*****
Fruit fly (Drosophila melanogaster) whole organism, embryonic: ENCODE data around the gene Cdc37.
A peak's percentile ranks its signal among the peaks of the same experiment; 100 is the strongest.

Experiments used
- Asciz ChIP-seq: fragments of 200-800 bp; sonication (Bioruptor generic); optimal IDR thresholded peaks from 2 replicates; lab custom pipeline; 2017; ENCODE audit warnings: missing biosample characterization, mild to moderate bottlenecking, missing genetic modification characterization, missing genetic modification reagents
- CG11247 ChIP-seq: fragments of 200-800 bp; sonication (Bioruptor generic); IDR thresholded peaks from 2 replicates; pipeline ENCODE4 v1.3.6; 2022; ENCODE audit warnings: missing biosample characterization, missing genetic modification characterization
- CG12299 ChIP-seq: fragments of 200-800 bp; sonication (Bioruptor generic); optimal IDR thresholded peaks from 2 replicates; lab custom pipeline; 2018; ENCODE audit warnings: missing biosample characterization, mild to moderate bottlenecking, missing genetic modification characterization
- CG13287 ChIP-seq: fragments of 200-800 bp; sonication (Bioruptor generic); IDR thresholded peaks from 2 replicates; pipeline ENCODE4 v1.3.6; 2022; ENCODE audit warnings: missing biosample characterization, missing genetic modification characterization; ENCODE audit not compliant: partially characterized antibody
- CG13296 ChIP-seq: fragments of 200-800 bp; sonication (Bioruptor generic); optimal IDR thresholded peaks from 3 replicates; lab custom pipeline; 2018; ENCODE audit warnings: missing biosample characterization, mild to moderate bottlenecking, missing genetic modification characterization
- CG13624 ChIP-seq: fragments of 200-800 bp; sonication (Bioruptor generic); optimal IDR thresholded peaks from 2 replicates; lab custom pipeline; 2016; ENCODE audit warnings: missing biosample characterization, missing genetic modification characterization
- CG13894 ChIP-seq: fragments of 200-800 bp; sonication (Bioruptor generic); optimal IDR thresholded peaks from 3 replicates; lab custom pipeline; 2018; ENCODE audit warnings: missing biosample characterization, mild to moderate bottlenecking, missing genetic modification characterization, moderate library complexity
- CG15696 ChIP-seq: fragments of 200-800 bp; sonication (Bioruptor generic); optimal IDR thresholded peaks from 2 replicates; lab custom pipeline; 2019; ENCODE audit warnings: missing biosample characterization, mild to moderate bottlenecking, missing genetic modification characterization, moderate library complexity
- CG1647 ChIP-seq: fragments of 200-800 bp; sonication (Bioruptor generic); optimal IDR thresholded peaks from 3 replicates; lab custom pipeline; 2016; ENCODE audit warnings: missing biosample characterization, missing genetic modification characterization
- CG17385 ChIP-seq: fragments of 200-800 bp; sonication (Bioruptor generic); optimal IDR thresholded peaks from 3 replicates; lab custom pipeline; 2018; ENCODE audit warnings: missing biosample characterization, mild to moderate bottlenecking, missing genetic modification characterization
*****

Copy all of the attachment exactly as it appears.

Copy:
Fruit fly (Drosophila melanogaster) whole organism, embryonic: ENCODE data around the gene Cdc37.
A peak's percentile ranks its signal among the peaks of the same experiment; 100 is the strongest.

Experiments used
- Asciz ChIP-seq: fragments of 200-800 bp; sonication (Bioruptor generic); optimal IDR thresholded peaks from 2 replicates; lab custom pipeline; 2017; ENCODE audit warnings: missing biosample characterization, mild to moderate bottlenecking, missing genetic modification characterization, missing genetic modification reagents
- CG11247 ChIP-seq: fragments of 200-800 bp; sonication (Bioruptor generic); IDR thresholded peaks from 2 replicates; pipeline ENCODE4 v1.3.6; 2022; ENCODE audit warnings: missing biosample characterization, missing genetic modification characterization
- CG12299 ChIP-seq: fragments of 200-800 bp; sonication (Bioruptor generic); optimal IDR thresholded peaks from 2 replicates; lab custom pipeline; 2018; ENCODE audit warnings: missing biosample characterization, mild to moderate bottlenecking, missing genetic modification characterization
- CG13287 ChIP-seq: fragments of 200-800 bp; sonication (Bioruptor generic); IDR thresholded peaks from 2 replicates; pipeline ENCODE4 v1.3.6; 2022; ENCODE audit warnings: missing biosample characterization, missing genetic modification characterization; ENCODE audit not compliant: partially characterized antibody
- CG13296 ChIP-seq: fragments of 200-800 bp; sonication (Bioruptor generic); optimal IDR thresholded peaks from 3 replicates; lab custom pipeline; 2018; ENCODE audit warnings: missing biosample characterization, mild to moderate bottlenecking, missing genetic modification characterization
- CG13624 ChIP-seq: fragments of 200-800 bp; sonication (Bioruptor generic); optimal IDR thresholded peaks from 2 replicates; lab custom pipeline; 2016; ENCODE audit warnings: missing biosample characterization, missing genetic modification characterization
- CG13894 ChIP-seq: fragments of 200-800 bp; sonication (Bioruptor generic); optimal IDR thresholded peaks from 3 replicates; lab custom pipeline; 2018; ENCODE audit warnings: missing biosample characterization, mild to moderate bottlenecking, missing genetic modification characterization, moderate library complexity
- CG15696 ChIP-seq: fragments of 200-800 bp; sonication (Bioruptor generic); optimal IDR thresholded peaks from 2 replicates; lab custom pipeline; 2019; ENCODE audit warnings: missing biosample characterization, mild to moderate bottlenecking, missing genetic modification characterization, moderate library complexity
- CG1647 ChIP-seq: fragments of 200-800 bp; sonication (Bioruptor generic); optimal IDR thresholded peaks from 3 replicates; lab custom pipeline; 2016; ENCODE audit warnings: missing biosample characterization, missing genetic modification characterization
- CG17385 ChIP-seq: fragments of 200-800 bp; sonication (Bioruptor generic); optimal IDR thresholded peaks from 3 replicates; lab custom pipeline; 2018; ENCODE audit warnings: missing biosample characterization, mild to moderate bottlenecking, missing genetic modification characterization